War Games Movie Review
War Games has become a real breakthrough in the people’s perception of computer power by depicting a smart teenager who manages to get into the Pentagon computer to play his favorite video games. However, young Broderick does not know that Pentagon officials empowered Global Thermonuclear War with real access to control the setup of nuclear weapons aiming at diminishing fully the ‘human factor’ in the war. Matthew Broderick (featuring David Lightman) nearly destroys the entire world in the movie, but inspires thousands of teenagers to be more proactive in video games, thus, making an impact on cyber technologies development. The incentive to waste more time in front of a computer screen cannot be considered positive, thus giving the movie negative reviews from the majority of parents who prefer seeing their teenagers leading a healthy and sporty way of life, however, the main idea that a single device can control the entire Universe gave gamers a plot for learning more about cyberspace. On the other hand, plenty of gamers and IT programmers did not stop at simple exploring of cyberspace, many of them went further and turned into hackers and cyberspace criminals which have been creating a lot of problems for officials, intelligent officers, and policymakers across the whole world. The issue of cybersecurity rose up with the rise of informational revolution.
The mention of cybersecurity first stood out in the 1960s when few Americans had a chance at least to see a huge, extremely costly computer, not even talking about using it. The whole personnel unit was needed to operate a single machine which devoured power and space in very large quantities. Already at those early times, the National Security Agency of the United States of America recognized that as multiple users had access to one computer, each of them should be able to secure their data search from others. Committees of experts were held continuously to find out some controls which would allow personal and secretive data remain such if its owner would desire so (Warner 785).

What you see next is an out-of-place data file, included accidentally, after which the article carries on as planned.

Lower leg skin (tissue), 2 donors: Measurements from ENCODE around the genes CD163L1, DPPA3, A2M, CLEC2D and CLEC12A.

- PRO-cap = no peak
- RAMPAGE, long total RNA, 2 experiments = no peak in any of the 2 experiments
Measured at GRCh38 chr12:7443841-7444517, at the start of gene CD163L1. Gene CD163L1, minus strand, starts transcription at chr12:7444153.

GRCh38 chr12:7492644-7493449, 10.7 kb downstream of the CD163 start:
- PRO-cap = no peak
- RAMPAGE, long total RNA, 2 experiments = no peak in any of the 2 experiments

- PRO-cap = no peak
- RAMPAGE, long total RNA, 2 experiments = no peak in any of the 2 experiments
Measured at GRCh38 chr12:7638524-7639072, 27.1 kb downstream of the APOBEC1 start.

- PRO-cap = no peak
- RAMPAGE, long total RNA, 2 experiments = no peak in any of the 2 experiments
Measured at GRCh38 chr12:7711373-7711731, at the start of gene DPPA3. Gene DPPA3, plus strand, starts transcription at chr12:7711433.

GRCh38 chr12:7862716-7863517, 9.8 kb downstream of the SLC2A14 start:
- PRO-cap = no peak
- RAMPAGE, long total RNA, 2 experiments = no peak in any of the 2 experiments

In the Informational era, cyber security has become an issue for the last few decades not only for such powerful, quite secretive units as Pentagon or multiple governments around the world but also for minor entrepreneurs who develop their businesses through Internet as well as each social network user who can now never be sure how and where his personal data can be used. Everyone seems to be at risk.
In the 1970s, the efforts were made to develop tools of termination of the penetration to the information, however, results were pitiful as before the attack would be stopped, the penetrator would already access the database or even fully gain control over the system. War Games is a great example of how data can be manipulated or even stolen to be used to serve dangerous purposes, sometimes, to the whole mankind. Lack of positive motivation does not always go well with bright mind, as in case of David Lightman who creates that type of simulation which makes the whole team of NORAD (North American Aerospace Defense Command) believe that nuclear missiles, bombers and military submarines of the Sovjet Union are coming. Curiously, David chose to play the part of the Sovjet Union army, and craving to win the game, he actually makes the Sovjet Union attack the USA without the slightest knowledge. A high school boy is at edge to start the Third World War.